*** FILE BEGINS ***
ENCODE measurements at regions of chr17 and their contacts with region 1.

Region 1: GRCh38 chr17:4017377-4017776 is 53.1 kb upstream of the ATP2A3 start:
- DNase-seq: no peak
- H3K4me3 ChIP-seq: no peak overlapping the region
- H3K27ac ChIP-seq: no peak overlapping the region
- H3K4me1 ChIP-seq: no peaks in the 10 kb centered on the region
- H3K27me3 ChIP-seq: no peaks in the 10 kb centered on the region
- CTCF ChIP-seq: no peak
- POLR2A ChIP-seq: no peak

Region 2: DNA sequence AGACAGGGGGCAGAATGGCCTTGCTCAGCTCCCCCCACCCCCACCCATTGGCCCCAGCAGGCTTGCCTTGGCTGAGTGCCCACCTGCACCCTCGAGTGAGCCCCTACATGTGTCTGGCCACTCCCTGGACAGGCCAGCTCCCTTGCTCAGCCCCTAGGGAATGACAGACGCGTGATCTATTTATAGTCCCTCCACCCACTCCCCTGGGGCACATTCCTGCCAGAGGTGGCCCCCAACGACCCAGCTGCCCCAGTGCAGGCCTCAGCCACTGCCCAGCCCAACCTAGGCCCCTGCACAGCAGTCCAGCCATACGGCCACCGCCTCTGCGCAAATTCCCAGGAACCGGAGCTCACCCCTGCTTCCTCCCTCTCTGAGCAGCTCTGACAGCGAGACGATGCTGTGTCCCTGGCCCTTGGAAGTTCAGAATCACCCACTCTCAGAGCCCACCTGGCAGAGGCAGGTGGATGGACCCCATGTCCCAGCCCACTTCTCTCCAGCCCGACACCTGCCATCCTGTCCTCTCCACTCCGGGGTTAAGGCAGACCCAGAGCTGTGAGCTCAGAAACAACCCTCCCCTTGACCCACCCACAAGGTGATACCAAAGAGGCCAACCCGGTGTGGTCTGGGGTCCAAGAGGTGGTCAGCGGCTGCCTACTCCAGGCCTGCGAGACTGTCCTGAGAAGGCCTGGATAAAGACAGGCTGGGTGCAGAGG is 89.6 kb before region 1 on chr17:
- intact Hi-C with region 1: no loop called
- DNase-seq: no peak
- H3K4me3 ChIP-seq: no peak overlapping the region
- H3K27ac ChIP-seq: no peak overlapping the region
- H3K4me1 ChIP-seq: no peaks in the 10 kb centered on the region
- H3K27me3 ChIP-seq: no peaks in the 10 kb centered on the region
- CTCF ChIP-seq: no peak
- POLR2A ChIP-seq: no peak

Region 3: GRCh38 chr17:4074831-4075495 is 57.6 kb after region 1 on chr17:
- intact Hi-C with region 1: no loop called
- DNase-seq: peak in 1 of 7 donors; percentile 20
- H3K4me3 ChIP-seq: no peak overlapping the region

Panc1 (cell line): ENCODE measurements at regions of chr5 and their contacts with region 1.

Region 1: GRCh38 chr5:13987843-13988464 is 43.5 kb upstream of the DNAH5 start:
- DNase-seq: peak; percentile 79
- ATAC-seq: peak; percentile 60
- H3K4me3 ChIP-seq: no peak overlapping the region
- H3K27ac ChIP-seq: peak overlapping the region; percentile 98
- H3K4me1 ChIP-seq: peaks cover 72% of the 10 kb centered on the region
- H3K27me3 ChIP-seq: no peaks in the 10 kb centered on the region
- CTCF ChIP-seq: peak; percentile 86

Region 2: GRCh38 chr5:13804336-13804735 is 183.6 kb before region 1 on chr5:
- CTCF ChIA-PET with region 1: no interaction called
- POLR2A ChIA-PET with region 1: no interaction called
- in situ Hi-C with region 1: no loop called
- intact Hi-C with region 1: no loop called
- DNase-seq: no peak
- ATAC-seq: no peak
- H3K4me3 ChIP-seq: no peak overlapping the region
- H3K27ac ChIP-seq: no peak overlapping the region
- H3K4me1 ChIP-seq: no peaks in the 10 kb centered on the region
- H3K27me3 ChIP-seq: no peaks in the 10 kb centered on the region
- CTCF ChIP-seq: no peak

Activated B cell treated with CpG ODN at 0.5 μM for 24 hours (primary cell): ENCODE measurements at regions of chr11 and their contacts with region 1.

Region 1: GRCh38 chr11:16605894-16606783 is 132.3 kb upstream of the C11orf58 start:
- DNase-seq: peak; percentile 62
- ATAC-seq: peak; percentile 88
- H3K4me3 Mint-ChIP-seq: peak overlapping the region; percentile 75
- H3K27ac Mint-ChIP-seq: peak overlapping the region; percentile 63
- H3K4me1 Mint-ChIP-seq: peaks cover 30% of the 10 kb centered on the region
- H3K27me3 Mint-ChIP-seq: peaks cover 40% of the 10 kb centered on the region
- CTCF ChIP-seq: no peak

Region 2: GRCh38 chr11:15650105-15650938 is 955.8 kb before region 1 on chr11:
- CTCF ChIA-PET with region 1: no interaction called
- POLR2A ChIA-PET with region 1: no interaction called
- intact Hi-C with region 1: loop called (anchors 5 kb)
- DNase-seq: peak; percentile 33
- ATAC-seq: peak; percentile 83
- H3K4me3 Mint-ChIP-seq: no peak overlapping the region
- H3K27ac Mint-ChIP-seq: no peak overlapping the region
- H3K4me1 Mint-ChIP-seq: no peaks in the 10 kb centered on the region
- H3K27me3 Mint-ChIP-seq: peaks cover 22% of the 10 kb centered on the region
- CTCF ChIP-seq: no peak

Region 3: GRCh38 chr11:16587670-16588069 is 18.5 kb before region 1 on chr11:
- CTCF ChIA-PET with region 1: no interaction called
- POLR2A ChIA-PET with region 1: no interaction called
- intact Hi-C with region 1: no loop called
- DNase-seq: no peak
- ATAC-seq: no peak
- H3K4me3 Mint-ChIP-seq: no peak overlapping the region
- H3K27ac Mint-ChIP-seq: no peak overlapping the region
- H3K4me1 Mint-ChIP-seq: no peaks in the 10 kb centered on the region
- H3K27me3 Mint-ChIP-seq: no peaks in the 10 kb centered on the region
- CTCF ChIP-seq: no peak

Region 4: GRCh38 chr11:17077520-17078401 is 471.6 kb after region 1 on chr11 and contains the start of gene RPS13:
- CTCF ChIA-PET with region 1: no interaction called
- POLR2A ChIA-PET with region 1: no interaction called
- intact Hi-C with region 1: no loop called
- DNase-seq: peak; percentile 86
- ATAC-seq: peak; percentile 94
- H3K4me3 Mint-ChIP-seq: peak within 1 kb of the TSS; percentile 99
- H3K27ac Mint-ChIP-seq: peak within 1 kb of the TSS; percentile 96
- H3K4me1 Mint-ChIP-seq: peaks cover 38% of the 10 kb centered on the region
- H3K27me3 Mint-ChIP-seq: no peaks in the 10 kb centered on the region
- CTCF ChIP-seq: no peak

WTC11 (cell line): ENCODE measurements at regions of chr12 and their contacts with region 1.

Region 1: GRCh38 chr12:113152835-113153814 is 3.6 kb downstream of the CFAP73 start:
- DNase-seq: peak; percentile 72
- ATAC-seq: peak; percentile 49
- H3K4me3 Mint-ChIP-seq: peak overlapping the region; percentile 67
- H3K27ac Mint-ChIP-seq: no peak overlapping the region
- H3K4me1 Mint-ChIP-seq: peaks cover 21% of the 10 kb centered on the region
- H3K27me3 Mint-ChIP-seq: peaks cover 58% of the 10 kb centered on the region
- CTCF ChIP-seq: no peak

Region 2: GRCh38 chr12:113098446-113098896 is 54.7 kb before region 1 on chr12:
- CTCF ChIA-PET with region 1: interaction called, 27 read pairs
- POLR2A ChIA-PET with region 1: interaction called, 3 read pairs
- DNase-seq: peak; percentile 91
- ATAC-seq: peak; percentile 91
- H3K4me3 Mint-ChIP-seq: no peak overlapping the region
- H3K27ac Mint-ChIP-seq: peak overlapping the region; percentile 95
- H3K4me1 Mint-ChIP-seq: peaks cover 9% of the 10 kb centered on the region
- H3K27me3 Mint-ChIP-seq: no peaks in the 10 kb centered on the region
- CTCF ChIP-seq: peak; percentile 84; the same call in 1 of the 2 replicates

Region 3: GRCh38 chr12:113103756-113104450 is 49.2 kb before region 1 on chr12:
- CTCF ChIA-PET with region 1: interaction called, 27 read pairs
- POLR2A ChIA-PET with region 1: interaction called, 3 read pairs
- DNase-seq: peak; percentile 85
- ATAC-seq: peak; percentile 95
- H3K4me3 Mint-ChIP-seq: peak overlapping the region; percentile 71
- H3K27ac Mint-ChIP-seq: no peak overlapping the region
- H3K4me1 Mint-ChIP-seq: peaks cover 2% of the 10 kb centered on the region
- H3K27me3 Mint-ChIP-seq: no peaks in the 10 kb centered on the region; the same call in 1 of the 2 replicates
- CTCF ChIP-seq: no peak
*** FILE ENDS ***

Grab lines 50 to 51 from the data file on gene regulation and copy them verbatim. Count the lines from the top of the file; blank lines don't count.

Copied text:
- H3K4me1 Mint-ChIP-seq: peaks cover 30% of the 10 kb centered on the region
- H3K27me3 Mint-ChIP-seq: peaks cover 40% of the 10 kb centered on the region